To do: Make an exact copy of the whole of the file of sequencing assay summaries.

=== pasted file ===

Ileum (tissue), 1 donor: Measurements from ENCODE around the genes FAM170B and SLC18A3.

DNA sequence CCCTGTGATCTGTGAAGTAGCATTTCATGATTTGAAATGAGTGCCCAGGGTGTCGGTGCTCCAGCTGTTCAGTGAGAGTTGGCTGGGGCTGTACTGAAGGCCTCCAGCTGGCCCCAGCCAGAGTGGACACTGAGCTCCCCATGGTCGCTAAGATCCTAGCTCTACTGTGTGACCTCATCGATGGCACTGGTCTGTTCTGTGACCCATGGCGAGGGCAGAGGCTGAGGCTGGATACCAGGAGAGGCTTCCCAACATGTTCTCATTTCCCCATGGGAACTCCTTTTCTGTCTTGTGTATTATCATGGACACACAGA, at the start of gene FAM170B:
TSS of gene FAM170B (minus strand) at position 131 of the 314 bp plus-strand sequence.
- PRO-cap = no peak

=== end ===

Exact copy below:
Ileum (tissue), 1 donor: Measurements from ENCODE around the genes FAM170B and SLC18A3.

DNA sequence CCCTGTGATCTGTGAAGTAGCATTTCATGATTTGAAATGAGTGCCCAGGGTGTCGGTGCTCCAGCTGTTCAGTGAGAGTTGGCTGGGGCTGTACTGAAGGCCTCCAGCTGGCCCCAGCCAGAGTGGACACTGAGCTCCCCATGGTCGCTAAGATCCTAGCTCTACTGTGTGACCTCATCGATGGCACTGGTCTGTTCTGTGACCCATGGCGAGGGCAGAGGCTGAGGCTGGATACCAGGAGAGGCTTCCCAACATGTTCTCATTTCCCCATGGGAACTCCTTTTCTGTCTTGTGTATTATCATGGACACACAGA, at the start of gene FAM170B:
TSS of gene FAM170B (minus strand) at position 131 of the 314 bp plus-strand sequence.
- PRO-cap = no peak